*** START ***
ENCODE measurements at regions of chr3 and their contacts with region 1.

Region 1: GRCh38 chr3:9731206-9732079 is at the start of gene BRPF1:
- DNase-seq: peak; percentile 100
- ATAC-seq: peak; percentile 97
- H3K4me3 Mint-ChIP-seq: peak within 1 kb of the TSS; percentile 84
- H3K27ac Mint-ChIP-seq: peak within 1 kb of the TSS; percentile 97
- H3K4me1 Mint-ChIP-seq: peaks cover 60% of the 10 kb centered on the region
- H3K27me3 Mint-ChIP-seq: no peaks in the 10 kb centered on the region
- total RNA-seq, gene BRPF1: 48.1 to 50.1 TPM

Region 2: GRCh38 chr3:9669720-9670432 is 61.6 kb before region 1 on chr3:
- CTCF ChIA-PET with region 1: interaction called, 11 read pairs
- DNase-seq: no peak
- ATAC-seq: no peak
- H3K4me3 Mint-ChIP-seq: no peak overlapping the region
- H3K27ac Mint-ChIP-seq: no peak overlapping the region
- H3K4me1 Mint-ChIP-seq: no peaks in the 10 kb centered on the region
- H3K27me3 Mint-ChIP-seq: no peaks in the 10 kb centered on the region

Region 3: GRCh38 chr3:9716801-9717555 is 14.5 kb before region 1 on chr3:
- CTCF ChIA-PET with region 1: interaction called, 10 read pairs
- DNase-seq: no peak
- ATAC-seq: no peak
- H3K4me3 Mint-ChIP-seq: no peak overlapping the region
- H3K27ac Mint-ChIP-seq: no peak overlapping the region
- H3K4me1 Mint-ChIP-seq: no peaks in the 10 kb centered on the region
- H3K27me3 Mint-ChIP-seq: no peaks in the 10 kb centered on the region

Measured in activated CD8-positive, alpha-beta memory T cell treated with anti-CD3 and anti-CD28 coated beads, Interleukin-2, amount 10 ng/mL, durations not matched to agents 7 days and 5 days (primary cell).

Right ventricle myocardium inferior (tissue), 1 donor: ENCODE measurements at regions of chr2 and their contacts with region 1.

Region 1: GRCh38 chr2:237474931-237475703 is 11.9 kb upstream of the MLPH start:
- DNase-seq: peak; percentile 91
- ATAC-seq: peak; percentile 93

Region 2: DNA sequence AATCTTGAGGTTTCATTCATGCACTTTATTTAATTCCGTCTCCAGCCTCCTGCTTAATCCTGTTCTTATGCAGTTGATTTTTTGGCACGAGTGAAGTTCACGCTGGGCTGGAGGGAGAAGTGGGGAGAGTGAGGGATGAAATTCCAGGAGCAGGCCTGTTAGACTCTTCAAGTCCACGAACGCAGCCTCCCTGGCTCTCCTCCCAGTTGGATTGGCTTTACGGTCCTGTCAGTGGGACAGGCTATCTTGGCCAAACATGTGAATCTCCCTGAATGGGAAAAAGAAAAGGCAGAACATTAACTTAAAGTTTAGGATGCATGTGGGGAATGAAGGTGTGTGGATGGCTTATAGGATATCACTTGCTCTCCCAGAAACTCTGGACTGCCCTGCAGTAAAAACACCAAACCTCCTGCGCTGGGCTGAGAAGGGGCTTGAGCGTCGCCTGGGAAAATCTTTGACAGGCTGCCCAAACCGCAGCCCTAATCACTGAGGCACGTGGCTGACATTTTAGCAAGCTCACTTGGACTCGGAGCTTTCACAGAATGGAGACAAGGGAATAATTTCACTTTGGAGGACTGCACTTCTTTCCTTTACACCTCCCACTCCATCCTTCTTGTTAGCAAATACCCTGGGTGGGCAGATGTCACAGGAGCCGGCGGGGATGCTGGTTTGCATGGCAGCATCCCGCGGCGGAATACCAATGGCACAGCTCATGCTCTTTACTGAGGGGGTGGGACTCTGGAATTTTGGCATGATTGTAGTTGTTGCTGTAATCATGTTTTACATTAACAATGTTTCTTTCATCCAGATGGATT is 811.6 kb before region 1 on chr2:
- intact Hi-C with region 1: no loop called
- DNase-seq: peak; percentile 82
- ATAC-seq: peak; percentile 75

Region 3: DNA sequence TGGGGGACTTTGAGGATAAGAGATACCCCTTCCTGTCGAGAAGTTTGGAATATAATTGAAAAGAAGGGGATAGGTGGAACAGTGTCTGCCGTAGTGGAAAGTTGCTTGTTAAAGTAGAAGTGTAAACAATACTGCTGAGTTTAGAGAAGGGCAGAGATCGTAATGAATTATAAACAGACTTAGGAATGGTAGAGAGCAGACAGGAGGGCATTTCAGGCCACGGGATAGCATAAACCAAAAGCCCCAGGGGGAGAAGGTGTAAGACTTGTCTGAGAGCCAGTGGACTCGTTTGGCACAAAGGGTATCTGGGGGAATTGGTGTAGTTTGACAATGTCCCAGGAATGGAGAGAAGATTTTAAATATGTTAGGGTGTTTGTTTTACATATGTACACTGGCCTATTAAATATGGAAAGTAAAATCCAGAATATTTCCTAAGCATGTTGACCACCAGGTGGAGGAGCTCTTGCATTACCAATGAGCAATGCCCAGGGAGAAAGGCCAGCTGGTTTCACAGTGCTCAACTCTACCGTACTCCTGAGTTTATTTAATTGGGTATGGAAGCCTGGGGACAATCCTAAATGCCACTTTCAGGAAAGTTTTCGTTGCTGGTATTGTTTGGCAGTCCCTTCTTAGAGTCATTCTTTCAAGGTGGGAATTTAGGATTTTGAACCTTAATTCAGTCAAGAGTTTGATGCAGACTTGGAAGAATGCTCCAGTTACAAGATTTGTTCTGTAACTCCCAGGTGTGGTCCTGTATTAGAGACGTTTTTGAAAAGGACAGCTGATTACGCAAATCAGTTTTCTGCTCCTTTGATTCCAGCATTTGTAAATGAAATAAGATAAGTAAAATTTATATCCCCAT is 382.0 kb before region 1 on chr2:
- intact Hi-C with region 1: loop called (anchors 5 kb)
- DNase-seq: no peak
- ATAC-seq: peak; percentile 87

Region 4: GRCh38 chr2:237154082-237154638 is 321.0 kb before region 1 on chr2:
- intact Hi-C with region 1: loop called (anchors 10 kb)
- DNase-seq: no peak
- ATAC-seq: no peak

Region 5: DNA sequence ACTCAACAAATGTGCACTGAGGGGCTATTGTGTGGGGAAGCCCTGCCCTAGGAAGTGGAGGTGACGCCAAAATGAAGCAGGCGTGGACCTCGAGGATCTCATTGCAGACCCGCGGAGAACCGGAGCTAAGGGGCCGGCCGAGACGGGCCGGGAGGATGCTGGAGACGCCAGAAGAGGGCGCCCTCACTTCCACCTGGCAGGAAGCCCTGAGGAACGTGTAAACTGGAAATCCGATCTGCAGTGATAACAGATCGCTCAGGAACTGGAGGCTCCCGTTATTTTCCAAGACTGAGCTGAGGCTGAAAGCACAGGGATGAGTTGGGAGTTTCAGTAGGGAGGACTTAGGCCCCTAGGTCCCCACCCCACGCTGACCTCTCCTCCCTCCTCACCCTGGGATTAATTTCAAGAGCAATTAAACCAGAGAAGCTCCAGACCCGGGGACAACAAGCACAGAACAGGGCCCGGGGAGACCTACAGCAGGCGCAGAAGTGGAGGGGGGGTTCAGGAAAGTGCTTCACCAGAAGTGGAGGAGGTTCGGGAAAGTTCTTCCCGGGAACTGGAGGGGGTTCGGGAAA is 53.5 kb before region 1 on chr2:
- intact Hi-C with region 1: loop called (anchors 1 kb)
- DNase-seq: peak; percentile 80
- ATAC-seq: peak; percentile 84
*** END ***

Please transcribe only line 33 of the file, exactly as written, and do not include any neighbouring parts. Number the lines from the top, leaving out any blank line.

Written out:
- DNase-seq: peak; percentile 82